Agriculture
Flush-Free Fertilizer
Cleaning Up Fish Farms
Microbes at the Gas Pump
Amphibians
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Frogs and Toads
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Tool Use Comes Naturally to Crows
Little Bee Brains That Could
New Elephant-Shrew
Behavior
Lost Sight, Found Sound
Chimpanzee Hunting Tools
Night of the living ants
Birds
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Chemistry and Materials
Earth from the inside out
Bang, Sparkle, Burst, and Boom
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Computers
Fingerprint Evidence
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Meet your mysterious relative
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A Living Fossil
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Earth
Wave of Destruction
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Environment
Spotty Survival
The Wolf and the Cow
Fishing for Fun Takes Toll
Finding the Past
Stone Tablet May Solve Maya Mystery
A Volcano's Deadly Ash
Words of the Distant Past
Fish
A Jellyfish's Blurry View
Perches
Cleaning Up Fish Farms
Food and Nutrition
Symbols from the Stone Age
In Search of the Perfect French Fry
Building a Food Pyramid
GSAT English Rules
Whoever vs. Whomever
Subject and Verb Agreement
Who vs. That vs. Which
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2014 GSAT Results for Jamaican Kids
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GSAT Practice Papers | GSAT Mathematics | Maths
GSAT Mathematics
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Detecting True Art
Human Body
A Better Flu Shot
Attacking Asthma
Surviving Olympic Heat
Invertebrates
Walking Sticks
Dust Mites
Invertebrates
Mammals
Cornish Rex
Rottweilers
Cows
Parents
Raise a Lifelong Reader by Reading Aloud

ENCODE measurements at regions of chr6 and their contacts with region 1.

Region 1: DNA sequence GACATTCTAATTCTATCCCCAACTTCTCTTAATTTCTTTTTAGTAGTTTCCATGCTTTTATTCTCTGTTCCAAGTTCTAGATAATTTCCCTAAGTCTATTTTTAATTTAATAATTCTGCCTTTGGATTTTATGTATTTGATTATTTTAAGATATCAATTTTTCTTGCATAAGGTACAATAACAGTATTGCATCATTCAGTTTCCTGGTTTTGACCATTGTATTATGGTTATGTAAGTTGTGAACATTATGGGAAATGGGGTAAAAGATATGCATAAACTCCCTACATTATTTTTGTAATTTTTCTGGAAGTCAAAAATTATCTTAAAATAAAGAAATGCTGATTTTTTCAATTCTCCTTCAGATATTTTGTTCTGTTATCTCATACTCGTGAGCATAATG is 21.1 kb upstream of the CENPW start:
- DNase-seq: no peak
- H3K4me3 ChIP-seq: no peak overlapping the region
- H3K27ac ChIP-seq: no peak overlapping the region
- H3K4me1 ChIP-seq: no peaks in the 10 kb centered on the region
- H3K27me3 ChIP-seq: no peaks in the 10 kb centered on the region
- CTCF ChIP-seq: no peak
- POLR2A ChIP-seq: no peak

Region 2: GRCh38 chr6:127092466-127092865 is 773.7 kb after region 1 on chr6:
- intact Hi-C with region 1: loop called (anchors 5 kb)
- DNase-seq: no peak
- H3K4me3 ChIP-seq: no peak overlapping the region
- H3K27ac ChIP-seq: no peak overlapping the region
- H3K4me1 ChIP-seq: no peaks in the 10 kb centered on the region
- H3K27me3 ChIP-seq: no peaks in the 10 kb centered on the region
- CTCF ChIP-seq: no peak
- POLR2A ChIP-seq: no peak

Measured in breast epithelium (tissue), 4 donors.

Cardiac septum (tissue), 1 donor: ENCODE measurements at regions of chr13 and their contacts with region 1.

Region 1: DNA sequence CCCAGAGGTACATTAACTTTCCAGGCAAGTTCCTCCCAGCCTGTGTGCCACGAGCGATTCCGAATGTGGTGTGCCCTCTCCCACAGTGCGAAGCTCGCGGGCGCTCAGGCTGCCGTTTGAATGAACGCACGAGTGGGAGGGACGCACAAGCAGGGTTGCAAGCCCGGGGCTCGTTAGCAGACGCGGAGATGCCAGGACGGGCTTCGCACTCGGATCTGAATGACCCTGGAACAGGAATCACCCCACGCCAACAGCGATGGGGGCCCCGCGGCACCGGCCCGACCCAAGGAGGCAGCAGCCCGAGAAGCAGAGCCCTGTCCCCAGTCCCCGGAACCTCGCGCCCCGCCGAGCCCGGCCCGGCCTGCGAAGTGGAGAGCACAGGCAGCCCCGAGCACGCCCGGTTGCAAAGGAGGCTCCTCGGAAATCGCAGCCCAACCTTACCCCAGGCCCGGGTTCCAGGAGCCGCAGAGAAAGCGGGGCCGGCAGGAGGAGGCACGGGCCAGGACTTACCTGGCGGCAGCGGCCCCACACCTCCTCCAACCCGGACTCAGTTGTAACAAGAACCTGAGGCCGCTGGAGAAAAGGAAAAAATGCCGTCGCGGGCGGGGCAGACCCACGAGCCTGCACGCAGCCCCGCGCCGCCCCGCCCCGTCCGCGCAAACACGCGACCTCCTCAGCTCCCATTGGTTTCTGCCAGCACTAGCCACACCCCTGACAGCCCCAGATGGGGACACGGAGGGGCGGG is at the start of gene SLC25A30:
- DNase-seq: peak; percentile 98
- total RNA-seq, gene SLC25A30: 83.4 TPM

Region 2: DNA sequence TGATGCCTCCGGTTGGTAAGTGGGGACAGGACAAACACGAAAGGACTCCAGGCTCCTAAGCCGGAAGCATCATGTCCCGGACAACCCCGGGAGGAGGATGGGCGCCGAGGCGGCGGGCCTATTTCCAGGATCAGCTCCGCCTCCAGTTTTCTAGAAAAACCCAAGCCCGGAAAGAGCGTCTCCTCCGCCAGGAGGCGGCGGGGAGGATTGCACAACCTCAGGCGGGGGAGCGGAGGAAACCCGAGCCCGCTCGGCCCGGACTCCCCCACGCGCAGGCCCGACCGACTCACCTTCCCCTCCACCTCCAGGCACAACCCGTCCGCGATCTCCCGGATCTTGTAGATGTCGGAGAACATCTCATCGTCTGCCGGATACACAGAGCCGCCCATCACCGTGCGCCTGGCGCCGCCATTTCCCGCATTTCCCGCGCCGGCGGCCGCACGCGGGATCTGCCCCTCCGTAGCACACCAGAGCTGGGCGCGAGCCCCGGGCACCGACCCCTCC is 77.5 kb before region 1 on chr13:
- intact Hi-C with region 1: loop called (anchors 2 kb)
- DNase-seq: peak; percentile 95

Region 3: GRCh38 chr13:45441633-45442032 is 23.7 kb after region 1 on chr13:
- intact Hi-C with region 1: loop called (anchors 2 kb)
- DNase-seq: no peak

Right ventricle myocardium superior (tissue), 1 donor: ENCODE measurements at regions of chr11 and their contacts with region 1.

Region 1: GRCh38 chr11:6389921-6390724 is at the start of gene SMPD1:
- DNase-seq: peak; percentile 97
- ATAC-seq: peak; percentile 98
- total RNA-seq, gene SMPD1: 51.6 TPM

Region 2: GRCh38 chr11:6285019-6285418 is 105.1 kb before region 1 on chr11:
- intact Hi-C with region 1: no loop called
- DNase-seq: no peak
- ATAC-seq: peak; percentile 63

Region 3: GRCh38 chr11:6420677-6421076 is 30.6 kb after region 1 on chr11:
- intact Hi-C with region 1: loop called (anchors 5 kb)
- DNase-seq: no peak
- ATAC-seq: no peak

How children learn
The Surprising Meaning and Benefits of Nursery Rhymes
Physics
Powering Ball Lightning
Road Bumps
Electric Backpack
Plants
When Fungi and Algae Marry
Flower family knows its roots
Surprise Visitor
Reptiles
Garter Snakes
Lizards
Chameleons
Space and Astronomy
The two faces of Mars
Solving a Sedna Mystery
Saturn's Spongy Moon
Technology and Engineering
Reach for the Sky
Crime Lab
Drawing Energy out of Wastewater
The Parts of Speech
What is a Noun
What is a Preposition?
What is a Verb?
Transportation
Reach for the Sky
Are Propellers Fin-ished?
Robots on a Rocky Road
Weather
Earth's Poles in Peril
Polar Ice Feels the Heat
Science loses out when ice caps melt
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Little Bits of Trouble

If you've kicked around a soccer ball, you may have noticed the pattern on the ball's surface. The ball is stitched together from 12 patches with five sides (pentagons) and 20 patches with six sides (hexagons). About 20 years ago, chemists discovered that carbon can form into molecules with the same shape. They nicknamed them buckyballs. These strong, hollow particles may someday be used to carry medicine or even block the action of certain viruses. Scientists have now found that buckyballs can harm living cells. Research by Eva Oberdörster, a biologist at Southern Methodist University in Dallas, and her team shows that these molecules damage brain cells in fish. Buckyballs belong to a group of materials known as nanomaterials. The prefix "nano" means one-billionth. A nanometer is one-billionth of a meter—roughly the width of just five carbon atoms lined up in a row. So, a buckyball is an extremely tiny particle—only a few ten-thousandths of the width of a human hair. To make a nanomaterial, scientists manipulate individual atoms to build molecules of different shapes. Groups of these molecules form materials with particular characteristics, making them suitable for different jobs. For example, some nanomaterials are already being used in makeup and sunscreens. Because buckyballs may someday be used in industry, Oberdörster and her team conducted experiments to find out if the molecules are toxic. The researchers added different quantities of buckyballs to water in a fish tank. After 48 hours, they removed the fish from the tank and checked different parts of the fishes' bodies for damage. Although none of them died, the exposed fish showed 17 times as much damage to brain cells as did fish not exposed to buckyballs. In a separate experiment, Vicki Colvin of Rice University in Houston found that buckyballs damage human cells growing in a lab. But she also found a possible solution to the problem. Coating buckyballs with other kinds of simple molecules appears to make buckyballs safer. Nanomaterial particles come in all sorts of sizes and shapes, so it's not yet known whether they all have the same harmful effects that buckyballs do. It's going to take a lot more experiments to sort out all the possible health effects of these amazing, new materials.—S. McDonagh

Little Bits of Trouble
Little Bits of Trouble








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